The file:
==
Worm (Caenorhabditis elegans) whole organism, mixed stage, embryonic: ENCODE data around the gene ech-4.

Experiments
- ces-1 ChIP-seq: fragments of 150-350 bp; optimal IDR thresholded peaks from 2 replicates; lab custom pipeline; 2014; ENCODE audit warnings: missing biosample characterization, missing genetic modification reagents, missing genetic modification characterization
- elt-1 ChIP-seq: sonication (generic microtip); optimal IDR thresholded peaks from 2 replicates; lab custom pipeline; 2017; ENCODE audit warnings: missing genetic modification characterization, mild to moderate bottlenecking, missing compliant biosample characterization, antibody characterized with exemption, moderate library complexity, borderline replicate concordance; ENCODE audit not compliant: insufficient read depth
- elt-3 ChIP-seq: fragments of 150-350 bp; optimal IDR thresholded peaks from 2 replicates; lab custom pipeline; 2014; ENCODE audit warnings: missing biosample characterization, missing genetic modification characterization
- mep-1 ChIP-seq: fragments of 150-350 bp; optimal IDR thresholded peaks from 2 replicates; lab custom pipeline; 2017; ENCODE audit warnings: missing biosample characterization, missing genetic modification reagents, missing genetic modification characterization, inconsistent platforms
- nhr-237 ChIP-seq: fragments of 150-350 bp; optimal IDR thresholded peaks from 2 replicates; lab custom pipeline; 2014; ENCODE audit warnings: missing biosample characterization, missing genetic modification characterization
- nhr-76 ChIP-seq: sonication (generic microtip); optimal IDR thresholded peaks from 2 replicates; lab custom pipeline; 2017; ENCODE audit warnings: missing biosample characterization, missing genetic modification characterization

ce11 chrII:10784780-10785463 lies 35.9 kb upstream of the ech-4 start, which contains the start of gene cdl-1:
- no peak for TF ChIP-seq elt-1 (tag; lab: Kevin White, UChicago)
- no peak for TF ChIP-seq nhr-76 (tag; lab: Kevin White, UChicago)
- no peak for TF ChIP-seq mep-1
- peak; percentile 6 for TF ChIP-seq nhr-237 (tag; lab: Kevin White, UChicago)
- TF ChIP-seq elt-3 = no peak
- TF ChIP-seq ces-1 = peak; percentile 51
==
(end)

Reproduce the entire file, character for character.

Worm (Caenorhabditis elegans) whole organism, mixed stage, embryonic: ENCODE data around the gene ech-4.

Experiments
- ces-1 ChIP-seq: fragments of 150-350 bp; optimal IDR thresholded peaks from 2 replicates; lab custom pipeline; 2014; ENCODE audit warnings: missing biosample characterization, missing genetic modification reagents, missing genetic modification characterization
- elt-1 ChIP-seq: sonication (generic microtip); optimal IDR thresholded peaks from 2 replicates; lab custom pipeline; 2017; ENCODE audit warnings: missing genetic modification characterization, mild to moderate bottlenecking, missing compliant biosample characterization, antibody characterized with exemption, moderate library complexity, borderline replicate concordance; ENCODE audit not compliant: insufficient read depth
- elt-3 ChIP-seq: fragments of 150-350 bp; optimal IDR thresholded peaks from 2 replicates; lab custom pipeline; 2014; ENCODE audit warnings: missing biosample characterization, missing genetic modification characterization
- mep-1 ChIP-seq: fragments of 150-350 bp; optimal IDR thresholded peaks from 2 replicates; lab custom pipeline; 2017; ENCODE audit warnings: missing biosample characterization, missing genetic modification reagents, missing genetic modification characterization, inconsistent platforms
- nhr-237 ChIP-seq: fragments of 150-350 bp; optimal IDR thresholded peaks from 2 replicates; lab custom pipeline; 2014; ENCODE audit warnings: missing biosample characterization, missing genetic modification characterization
- nhr-76 ChIP-seq: sonication (generic microtip); optimal IDR thresholded peaks from 2 replicates; lab custom pipeline; 2017; ENCODE audit warnings: missing biosample characterization, missing genetic modification characterization

ce11 chrII:10784780-10785463 lies 35.9 kb upstream of the ech-4 start, which contains the start of gene cdl-1:
- no peak for TF ChIP-seq elt-1 (tag; lab: Kevin White, UChicago)
- no peak for TF ChIP-seq nhr-76 (tag; lab: Kevin White, UChicago)
- no peak for TF ChIP-seq mep-1
- peak; percentile 6 for TF ChIP-seq nhr-237 (tag; lab: Kevin White, UChicago)
- TF ChIP-seq elt-3 = no peak
- TF ChIP-seq ces-1 = peak; percentile 51